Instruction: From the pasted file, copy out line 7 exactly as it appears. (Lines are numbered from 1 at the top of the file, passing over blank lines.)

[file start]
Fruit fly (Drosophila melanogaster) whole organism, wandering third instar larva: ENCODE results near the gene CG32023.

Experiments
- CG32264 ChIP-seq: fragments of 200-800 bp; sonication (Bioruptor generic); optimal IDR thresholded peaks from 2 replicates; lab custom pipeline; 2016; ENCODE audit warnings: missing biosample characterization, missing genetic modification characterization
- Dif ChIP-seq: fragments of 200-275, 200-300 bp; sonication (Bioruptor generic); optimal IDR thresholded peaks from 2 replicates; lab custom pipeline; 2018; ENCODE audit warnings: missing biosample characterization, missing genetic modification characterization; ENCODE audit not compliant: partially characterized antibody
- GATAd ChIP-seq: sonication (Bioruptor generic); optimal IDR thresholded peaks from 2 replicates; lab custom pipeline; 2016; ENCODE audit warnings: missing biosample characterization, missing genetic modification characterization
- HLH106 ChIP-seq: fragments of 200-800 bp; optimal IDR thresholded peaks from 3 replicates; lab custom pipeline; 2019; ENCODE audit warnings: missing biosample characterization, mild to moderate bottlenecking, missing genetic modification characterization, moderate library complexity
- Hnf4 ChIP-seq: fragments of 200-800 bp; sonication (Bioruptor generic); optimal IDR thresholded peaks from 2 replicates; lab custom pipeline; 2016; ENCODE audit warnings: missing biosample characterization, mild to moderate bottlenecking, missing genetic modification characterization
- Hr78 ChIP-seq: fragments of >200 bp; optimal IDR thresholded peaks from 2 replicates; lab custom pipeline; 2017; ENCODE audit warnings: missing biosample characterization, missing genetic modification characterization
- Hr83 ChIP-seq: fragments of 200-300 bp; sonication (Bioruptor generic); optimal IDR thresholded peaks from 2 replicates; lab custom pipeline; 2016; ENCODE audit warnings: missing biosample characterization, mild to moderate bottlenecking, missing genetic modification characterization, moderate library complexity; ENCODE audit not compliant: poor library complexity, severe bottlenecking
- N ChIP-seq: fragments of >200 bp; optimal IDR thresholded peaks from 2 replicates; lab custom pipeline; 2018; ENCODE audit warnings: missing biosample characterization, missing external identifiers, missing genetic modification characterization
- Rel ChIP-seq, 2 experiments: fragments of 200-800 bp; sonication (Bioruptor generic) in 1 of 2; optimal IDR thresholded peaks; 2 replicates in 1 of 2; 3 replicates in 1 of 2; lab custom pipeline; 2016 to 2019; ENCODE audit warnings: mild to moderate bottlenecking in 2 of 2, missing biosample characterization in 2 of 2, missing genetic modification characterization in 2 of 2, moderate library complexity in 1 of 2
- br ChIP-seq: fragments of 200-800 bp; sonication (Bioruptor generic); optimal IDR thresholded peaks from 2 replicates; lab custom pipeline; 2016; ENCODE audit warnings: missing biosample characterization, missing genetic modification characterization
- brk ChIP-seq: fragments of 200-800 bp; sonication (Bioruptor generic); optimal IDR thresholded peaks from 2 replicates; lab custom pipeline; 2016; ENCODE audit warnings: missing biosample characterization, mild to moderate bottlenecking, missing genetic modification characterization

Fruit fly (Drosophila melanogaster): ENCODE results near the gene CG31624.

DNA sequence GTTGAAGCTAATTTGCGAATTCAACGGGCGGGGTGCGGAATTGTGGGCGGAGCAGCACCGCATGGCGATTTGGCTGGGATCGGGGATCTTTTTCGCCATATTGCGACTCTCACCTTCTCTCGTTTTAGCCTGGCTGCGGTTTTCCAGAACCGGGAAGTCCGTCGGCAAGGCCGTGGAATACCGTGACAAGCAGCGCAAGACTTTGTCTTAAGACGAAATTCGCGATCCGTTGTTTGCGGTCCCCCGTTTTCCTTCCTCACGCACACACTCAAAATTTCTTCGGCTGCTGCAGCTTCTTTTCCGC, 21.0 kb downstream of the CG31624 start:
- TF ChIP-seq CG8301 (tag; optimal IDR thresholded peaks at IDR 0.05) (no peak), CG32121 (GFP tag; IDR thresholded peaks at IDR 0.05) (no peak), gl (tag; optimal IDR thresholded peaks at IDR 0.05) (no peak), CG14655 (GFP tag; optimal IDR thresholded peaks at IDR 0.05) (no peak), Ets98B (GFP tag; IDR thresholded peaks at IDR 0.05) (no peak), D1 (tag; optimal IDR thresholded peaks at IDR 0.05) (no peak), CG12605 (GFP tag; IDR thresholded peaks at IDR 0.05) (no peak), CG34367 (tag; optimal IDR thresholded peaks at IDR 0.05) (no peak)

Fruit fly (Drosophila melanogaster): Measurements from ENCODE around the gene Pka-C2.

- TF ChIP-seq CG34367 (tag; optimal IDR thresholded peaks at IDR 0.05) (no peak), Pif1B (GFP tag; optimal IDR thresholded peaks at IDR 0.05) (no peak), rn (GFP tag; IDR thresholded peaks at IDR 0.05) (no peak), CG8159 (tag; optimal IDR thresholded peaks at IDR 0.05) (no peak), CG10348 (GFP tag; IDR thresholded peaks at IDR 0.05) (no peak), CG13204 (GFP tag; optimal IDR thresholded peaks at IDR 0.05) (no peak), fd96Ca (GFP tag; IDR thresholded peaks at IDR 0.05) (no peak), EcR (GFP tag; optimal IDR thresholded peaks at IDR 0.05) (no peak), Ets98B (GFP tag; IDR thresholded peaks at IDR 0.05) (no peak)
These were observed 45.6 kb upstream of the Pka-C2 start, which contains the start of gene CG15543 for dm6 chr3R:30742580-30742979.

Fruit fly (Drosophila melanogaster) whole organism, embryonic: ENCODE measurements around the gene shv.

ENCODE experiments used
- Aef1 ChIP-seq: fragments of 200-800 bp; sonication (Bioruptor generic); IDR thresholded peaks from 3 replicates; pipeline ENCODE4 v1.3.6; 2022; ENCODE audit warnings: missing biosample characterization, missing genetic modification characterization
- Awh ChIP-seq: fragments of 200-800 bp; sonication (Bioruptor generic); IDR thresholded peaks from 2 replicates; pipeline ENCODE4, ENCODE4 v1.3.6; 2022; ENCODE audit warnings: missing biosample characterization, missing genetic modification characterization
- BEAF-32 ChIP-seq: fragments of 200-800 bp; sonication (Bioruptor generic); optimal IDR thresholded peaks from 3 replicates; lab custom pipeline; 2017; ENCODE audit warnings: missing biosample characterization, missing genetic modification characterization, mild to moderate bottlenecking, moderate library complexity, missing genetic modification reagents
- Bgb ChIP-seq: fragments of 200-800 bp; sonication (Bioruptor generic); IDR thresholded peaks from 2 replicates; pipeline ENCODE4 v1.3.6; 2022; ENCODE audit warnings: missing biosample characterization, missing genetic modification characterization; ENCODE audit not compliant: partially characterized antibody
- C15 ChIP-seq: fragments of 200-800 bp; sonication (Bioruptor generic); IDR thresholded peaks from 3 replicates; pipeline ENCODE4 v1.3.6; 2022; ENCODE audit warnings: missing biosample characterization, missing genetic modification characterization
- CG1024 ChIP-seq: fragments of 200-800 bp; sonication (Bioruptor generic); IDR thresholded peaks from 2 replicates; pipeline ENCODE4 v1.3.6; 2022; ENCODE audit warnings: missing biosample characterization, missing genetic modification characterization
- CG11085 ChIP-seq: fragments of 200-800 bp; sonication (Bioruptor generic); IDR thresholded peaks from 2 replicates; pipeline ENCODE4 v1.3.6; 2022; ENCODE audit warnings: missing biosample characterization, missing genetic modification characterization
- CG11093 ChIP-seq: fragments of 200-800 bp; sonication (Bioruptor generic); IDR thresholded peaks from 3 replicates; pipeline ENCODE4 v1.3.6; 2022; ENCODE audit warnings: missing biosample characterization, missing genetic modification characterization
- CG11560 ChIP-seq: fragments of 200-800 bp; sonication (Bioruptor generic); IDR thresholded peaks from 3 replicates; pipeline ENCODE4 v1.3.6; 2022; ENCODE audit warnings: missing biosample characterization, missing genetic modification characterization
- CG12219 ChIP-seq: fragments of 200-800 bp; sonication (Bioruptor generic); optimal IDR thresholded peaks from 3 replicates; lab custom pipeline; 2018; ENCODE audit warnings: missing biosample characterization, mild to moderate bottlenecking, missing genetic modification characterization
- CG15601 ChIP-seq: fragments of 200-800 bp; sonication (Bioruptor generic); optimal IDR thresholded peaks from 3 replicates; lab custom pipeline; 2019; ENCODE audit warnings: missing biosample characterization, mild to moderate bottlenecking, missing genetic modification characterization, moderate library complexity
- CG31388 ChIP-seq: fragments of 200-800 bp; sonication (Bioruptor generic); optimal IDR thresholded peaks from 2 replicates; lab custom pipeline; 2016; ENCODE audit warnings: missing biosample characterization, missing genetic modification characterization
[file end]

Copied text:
- Hnf4 ChIP-seq: fragments of 200-800 bp; sonication (Bioruptor generic); optimal IDR thresholded peaks from 2 replicates; lab custom pipeline; 2016; ENCODE audit warnings: missing biosample characterization, mild to moderate bottlenecking, missing genetic modification characterization